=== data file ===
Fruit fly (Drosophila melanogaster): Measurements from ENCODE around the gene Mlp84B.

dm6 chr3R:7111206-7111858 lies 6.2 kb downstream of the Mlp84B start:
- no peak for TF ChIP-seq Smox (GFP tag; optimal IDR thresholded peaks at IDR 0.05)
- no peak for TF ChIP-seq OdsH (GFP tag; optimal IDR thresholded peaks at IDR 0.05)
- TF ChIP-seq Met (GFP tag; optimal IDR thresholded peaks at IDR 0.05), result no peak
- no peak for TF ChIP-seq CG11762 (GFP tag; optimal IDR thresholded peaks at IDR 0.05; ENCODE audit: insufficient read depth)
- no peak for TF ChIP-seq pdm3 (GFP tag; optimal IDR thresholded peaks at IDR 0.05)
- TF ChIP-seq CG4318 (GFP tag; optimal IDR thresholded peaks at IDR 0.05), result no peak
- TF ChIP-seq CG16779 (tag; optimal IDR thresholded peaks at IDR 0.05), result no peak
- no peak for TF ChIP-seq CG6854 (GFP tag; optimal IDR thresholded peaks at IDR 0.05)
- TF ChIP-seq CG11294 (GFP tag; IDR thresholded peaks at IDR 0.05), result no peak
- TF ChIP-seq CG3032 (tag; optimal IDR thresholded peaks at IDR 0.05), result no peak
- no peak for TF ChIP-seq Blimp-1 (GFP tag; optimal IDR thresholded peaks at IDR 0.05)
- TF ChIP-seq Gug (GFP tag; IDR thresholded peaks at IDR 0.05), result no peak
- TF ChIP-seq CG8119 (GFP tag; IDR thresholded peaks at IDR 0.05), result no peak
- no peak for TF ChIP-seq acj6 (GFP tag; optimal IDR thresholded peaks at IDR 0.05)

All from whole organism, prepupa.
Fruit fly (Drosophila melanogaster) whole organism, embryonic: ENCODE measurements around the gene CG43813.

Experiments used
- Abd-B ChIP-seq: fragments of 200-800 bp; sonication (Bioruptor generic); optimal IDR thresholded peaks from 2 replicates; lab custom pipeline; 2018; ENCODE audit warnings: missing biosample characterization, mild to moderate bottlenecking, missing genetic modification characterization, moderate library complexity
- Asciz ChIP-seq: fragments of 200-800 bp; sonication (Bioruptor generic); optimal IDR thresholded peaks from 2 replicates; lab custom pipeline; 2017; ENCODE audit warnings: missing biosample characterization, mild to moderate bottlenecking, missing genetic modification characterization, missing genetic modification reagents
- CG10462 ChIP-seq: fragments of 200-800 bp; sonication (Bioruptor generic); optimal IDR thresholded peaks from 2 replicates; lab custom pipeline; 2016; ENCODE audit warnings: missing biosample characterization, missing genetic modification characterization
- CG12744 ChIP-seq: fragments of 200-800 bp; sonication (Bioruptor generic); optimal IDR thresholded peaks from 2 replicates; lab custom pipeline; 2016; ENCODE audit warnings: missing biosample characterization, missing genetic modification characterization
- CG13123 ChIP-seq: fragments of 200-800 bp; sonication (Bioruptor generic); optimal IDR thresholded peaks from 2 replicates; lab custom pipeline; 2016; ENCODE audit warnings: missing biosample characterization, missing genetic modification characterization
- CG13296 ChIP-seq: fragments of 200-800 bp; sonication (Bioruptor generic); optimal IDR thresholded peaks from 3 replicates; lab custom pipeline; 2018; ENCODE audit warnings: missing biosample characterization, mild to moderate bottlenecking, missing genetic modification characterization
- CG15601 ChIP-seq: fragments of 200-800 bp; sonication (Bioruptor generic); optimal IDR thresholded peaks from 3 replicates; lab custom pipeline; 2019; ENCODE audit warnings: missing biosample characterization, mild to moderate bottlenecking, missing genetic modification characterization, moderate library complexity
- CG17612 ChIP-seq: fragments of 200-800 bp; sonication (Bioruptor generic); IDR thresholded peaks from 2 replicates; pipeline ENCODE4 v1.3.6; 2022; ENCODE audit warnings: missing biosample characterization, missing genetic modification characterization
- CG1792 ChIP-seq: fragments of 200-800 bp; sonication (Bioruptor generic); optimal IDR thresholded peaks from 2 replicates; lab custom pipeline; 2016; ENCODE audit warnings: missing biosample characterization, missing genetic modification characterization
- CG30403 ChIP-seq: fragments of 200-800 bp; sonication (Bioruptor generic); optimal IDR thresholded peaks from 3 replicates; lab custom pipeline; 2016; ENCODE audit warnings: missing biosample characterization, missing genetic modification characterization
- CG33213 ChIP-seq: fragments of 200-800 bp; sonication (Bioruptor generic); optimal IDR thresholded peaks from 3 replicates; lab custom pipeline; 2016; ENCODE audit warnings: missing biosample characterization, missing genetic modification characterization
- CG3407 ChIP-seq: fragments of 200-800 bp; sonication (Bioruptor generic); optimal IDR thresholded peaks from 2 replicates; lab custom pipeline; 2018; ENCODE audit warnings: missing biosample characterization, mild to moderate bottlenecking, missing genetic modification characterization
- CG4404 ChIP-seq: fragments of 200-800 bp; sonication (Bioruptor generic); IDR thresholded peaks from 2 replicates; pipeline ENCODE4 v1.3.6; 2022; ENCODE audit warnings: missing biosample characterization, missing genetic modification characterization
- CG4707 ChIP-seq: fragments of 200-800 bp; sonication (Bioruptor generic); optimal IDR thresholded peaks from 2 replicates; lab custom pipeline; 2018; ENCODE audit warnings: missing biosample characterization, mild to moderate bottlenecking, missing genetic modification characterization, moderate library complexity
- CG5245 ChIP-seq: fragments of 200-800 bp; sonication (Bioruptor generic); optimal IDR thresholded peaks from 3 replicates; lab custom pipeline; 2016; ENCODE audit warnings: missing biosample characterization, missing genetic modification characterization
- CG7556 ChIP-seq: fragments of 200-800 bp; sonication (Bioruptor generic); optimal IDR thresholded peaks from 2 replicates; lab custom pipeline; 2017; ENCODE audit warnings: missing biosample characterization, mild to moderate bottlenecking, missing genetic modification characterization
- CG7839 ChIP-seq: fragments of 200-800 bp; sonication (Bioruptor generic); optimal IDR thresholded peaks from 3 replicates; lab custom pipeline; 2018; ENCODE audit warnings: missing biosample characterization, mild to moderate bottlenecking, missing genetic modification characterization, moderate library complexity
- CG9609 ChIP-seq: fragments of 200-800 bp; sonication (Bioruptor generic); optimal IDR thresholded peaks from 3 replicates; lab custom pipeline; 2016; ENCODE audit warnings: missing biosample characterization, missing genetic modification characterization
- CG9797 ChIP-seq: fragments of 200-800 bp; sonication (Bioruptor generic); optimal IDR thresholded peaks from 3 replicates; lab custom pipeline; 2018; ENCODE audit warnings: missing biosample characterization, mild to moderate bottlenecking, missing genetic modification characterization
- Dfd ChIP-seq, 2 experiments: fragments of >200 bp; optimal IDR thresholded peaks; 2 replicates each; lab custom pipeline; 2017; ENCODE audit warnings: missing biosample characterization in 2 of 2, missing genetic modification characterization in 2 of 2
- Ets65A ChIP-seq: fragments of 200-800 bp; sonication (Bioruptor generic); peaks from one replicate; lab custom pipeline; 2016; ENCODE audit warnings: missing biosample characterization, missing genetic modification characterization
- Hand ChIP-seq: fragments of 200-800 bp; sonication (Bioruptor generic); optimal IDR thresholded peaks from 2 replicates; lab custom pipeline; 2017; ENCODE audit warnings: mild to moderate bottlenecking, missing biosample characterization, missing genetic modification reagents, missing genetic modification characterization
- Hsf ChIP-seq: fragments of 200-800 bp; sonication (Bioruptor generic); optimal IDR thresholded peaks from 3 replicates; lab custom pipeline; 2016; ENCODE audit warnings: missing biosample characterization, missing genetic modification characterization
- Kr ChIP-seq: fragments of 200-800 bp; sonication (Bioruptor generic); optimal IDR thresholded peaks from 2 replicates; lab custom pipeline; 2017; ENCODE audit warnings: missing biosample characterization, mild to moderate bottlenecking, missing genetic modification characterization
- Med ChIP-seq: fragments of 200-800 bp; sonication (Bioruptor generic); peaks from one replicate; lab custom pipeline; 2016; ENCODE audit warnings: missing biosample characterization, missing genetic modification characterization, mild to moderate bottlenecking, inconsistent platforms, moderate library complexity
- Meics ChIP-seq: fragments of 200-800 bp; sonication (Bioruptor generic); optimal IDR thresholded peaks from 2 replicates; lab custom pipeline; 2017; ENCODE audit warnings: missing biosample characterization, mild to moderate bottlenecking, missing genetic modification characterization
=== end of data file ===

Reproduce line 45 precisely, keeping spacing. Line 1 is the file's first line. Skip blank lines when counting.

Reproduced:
- Meics ChIP-seq: fragments of 200-800 bp; sonication (Bioruptor generic); optimal IDR thresholded peaks from 2 replicates; lab custom pipeline; 2017; ENCODE audit warnings: missing biosample characterization, mild to moderate bottlenecking, missing genetic modification characterization